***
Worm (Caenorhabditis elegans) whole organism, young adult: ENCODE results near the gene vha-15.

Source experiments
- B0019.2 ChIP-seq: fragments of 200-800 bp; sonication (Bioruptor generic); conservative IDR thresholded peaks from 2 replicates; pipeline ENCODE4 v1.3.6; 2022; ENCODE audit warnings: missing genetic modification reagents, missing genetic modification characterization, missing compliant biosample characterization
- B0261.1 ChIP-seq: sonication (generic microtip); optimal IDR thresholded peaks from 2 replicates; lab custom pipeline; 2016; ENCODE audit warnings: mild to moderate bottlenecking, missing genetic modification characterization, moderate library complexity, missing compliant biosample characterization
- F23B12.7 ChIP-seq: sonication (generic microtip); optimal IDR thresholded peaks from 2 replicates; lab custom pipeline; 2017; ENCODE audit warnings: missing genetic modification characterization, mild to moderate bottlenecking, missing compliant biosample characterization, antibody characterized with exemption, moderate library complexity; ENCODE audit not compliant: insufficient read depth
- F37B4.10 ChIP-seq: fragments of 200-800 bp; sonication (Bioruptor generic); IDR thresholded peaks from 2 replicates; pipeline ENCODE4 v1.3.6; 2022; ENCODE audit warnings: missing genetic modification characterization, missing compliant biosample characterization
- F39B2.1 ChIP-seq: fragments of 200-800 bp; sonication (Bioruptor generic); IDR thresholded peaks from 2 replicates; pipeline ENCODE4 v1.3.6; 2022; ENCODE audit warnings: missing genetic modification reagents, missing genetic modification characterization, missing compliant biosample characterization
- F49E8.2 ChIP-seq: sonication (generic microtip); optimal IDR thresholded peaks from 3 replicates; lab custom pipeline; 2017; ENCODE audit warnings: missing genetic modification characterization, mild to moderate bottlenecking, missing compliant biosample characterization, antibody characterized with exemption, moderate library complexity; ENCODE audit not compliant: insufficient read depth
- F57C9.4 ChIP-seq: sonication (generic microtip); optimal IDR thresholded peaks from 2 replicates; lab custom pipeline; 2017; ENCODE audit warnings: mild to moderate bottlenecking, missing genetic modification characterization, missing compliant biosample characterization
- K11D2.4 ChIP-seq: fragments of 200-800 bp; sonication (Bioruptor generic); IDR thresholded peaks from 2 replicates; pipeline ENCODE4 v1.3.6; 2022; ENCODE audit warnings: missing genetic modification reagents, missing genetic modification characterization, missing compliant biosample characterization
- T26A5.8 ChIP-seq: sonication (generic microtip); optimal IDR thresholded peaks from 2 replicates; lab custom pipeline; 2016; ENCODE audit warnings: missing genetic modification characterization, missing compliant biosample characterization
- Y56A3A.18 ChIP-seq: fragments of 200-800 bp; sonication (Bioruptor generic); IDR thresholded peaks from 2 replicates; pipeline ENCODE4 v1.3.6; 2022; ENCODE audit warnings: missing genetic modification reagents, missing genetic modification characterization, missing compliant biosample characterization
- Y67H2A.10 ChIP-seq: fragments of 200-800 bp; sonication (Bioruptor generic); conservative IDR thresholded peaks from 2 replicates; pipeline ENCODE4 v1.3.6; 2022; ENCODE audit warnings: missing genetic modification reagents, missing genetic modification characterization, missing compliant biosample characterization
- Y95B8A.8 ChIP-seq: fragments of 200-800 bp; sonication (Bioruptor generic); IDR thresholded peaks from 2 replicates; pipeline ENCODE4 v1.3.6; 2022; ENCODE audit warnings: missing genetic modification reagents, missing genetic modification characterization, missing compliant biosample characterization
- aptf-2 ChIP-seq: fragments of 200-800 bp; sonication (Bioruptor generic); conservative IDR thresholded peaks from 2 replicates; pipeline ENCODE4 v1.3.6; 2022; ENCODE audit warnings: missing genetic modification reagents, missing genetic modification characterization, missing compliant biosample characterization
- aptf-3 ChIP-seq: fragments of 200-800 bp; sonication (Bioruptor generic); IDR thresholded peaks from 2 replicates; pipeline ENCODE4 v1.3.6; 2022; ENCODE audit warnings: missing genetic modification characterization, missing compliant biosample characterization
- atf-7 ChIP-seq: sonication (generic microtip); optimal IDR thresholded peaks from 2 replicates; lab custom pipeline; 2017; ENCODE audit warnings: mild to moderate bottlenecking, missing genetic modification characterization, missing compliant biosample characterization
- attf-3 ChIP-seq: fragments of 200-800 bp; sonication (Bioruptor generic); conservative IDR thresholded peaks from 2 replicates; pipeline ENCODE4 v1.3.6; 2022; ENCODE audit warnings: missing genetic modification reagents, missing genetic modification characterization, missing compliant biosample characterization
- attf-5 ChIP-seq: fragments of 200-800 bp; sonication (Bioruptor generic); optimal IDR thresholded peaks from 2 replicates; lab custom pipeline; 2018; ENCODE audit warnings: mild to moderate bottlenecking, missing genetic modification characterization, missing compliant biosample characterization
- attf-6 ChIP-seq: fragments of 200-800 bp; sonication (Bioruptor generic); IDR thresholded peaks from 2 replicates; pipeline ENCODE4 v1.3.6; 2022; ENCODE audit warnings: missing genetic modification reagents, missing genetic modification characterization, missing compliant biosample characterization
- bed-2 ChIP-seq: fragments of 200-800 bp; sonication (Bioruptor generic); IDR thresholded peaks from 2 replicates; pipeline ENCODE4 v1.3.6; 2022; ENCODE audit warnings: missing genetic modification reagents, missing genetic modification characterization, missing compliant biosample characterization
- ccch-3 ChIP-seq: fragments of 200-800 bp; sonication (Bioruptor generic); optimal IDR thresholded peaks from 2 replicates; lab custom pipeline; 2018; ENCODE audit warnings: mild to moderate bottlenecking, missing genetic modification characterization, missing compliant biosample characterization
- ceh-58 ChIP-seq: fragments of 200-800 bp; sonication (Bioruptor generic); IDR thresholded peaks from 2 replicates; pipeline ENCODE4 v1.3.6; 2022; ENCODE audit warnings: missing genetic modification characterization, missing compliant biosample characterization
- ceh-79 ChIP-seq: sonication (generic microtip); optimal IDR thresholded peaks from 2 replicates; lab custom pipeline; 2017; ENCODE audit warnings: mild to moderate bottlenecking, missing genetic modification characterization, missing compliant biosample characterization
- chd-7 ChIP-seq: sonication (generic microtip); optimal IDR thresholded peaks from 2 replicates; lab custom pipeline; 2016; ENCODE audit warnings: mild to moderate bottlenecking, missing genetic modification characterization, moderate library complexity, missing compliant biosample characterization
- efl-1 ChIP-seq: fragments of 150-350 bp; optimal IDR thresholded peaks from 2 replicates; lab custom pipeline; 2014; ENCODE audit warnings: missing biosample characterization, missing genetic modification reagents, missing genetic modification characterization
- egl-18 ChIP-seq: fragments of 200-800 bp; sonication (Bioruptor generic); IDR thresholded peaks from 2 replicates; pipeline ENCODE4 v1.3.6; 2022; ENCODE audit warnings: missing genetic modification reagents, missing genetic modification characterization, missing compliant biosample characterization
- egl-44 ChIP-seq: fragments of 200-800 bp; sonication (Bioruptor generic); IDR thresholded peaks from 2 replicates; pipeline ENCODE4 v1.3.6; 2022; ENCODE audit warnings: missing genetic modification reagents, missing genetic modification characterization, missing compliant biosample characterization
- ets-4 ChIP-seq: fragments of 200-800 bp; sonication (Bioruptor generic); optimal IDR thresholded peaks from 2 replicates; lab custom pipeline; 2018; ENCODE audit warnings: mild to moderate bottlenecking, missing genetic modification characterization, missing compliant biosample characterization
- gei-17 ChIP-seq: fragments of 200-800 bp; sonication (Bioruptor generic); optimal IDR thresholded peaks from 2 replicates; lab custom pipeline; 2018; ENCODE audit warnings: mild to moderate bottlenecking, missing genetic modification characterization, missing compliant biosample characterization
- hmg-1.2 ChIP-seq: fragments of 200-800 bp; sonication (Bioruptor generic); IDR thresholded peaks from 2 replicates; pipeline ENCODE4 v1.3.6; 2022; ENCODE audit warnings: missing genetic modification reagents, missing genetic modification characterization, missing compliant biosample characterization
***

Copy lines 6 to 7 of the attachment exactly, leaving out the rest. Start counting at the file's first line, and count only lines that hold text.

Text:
- F37B4.10 ChIP-seq: fragments of 200-800 bp; sonication (Bioruptor generic); IDR thresholded peaks from 2 replicates; pipeline ENCODE4 v1.3.6; 2022; ENCODE audit warnings: missing genetic modification characterization, missing compliant biosample characterization
- F39B2.1 ChIP-seq: fragments of 200-800 bp; sonication (Bioruptor generic); IDR thresholded peaks from 2 replicates; pipeline ENCODE4 v1.3.6; 2022; ENCODE audit warnings: missing genetic modification reagents, missing genetic modification characterization, missing compliant biosample characterization